In pursuit of the attention he so desperately craves, Zinke has threatened the legitimacy of national monument status, undermined faith that the government can be trusted to protect those lands, and attempted to establish a precedent that any future administration can gut any national monument, fundamentally betraying the legacy of Roosevelt and the communities in the West that know just how valuable, economically and spiritually, these areas are.

It’s the worst reality show imaginable, but one that boosts Zinke’s profile, a lesson he no doubt learned from President Trump, who Zinke has called “the best boss he’s ever had.”

Zinke plans to forward the results of this haphazard review to the President on August 24th, and many believe that it will recommend reducing or even rescinding multiple monuments.

Zinke’s game plan seems entirely transparent. He’s never made secret his plan to become the governor of Montana, a step I’m almost certain he believes will launch a bid for the White House. Swaggering across the West telling one set of audiences that he’s a champion of public lands while telling the moneyed interests who want restrict the people from those public lands that he’ll reduce federal control and allow more resource extraction has always been his game plan.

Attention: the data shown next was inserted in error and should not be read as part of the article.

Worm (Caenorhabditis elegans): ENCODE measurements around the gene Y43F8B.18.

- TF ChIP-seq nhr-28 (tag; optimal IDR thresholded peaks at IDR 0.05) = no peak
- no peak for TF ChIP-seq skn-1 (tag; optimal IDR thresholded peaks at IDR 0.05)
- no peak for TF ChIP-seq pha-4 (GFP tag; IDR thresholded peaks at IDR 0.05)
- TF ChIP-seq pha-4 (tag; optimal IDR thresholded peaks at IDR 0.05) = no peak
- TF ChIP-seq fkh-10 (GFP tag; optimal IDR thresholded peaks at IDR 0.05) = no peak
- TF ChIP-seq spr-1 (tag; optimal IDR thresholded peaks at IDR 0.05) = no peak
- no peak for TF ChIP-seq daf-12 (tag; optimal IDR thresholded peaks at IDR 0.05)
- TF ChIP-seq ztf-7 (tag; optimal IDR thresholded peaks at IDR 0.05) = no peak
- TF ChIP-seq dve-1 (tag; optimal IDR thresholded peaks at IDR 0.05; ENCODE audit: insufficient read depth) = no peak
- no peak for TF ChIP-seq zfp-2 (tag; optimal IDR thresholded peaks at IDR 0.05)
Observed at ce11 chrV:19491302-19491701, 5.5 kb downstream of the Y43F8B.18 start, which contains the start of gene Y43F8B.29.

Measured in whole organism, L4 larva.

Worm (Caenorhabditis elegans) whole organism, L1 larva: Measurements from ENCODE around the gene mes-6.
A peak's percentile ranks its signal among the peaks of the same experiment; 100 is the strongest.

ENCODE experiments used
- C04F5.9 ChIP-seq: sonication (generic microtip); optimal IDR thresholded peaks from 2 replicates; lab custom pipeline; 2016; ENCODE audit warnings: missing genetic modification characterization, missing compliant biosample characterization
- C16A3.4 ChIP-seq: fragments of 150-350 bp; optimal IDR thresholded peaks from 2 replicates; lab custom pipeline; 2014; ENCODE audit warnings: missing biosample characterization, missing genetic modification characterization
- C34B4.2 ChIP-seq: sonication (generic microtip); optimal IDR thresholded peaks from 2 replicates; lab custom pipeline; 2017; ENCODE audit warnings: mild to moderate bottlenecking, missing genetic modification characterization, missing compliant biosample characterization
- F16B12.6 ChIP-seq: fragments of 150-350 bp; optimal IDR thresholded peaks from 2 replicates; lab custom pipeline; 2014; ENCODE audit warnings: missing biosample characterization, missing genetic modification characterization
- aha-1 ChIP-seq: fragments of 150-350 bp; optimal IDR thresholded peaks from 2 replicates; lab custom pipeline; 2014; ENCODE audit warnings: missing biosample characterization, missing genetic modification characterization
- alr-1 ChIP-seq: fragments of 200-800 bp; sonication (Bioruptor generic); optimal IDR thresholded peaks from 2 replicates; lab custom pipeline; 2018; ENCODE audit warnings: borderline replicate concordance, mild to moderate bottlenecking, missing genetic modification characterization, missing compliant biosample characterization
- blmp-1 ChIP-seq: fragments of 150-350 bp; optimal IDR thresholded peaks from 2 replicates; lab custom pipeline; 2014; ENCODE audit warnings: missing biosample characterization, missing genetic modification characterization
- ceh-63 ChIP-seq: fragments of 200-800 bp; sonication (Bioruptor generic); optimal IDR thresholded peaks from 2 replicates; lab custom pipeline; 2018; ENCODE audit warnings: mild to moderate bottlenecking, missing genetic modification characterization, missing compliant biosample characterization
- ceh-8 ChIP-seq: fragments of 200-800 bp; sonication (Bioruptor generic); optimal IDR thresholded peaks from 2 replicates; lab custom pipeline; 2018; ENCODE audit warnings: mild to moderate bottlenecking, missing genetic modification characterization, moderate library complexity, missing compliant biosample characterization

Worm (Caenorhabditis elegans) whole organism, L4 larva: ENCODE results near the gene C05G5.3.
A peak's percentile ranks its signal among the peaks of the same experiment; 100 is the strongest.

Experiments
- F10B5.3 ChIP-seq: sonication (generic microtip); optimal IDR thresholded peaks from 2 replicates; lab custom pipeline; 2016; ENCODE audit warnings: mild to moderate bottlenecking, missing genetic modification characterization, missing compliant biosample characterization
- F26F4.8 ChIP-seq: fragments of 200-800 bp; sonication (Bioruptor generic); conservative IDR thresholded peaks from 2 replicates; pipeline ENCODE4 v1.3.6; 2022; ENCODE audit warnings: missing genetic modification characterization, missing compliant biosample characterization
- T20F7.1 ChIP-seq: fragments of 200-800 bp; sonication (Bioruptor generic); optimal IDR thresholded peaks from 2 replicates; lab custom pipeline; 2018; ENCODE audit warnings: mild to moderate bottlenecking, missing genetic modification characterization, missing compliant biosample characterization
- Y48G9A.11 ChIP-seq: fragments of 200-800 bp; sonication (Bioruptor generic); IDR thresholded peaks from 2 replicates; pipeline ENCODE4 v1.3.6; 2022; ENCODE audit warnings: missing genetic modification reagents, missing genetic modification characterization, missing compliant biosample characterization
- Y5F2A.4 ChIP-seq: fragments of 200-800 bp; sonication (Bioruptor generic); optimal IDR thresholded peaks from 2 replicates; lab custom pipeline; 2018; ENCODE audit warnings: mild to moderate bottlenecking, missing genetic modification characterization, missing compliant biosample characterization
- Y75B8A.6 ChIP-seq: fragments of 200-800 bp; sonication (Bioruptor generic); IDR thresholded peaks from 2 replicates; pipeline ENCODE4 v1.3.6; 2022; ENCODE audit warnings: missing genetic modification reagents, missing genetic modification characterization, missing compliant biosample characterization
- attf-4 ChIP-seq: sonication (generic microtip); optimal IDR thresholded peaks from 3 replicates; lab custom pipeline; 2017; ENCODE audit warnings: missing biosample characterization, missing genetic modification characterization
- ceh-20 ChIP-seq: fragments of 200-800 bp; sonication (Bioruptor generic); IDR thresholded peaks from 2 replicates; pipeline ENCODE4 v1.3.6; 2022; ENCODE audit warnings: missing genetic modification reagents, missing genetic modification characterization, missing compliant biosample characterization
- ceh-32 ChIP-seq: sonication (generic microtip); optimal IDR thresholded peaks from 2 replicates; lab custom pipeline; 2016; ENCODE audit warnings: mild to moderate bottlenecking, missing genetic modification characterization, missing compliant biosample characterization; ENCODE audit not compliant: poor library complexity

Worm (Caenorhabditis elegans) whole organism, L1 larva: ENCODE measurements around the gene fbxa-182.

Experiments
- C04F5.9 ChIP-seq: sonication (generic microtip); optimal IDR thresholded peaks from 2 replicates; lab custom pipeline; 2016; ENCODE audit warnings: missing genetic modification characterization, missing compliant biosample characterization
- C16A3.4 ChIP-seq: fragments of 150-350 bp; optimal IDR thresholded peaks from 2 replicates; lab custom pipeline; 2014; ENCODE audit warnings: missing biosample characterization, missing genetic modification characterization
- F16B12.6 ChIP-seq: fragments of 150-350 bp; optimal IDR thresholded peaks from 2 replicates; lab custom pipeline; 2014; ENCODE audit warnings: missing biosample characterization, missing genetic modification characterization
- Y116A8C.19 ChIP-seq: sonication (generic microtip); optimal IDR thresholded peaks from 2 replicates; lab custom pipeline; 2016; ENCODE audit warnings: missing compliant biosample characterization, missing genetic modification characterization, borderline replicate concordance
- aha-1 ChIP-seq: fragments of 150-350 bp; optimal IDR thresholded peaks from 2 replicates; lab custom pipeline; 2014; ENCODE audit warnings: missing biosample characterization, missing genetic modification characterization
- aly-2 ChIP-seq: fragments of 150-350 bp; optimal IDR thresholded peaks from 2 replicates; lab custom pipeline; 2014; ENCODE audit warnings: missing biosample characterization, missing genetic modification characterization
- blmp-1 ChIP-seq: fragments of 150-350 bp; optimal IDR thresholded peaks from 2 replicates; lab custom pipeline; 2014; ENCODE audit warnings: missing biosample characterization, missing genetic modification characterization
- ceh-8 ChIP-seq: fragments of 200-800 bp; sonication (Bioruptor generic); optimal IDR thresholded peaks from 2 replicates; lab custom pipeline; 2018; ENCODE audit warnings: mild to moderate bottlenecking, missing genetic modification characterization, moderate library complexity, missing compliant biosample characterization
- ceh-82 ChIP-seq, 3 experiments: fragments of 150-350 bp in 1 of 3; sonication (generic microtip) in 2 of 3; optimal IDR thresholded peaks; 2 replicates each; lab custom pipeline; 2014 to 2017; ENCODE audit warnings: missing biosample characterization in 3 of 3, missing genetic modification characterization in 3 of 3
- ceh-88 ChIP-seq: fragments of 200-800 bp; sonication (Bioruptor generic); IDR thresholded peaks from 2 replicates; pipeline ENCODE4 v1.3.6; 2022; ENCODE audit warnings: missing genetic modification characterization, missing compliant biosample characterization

And that’s why the Backcountry Hunters & Anglers effort and the efforts of young people across the state to resist Zinke’s agenda is so important. As the President of the BHA, Land Tawney, noted in Men’s Journal, politicians respond to the stick:

One of his more charming habits is a tendency to compare politicians to dogs. “The dog understands the stick,” Tawney says, “and so do politicians.” Recently he has been using the stick to great effect. This spring, Tawney took on former Utah Congressman Jason Chaffetz — who resigned in the summer to take a job as a political pundit at Fox News — after the representative introduced a bill to “dispose” of 3 million acres of federally managed public land. Tawney countered by mounting a fierce grassroots response.

There’s nothing Ryan Zinke cares more about than his ambition. Let’s all take the opportunity to use that stick to remind Zinke that Montanans will remember it if he undermines the public lands we care so much about and hold him accountable for his failure to do so.

Our public lands and national monuments are much more important than any politician’s vanity or ambition, and it’s time Ryan Zinke heard that message.

If you appreciate an independent voice holding Montana politicians accountable and informing voters, and you can throw a few dollars a month our way, we would certainly appreciate it.

About the author

Don Pogreba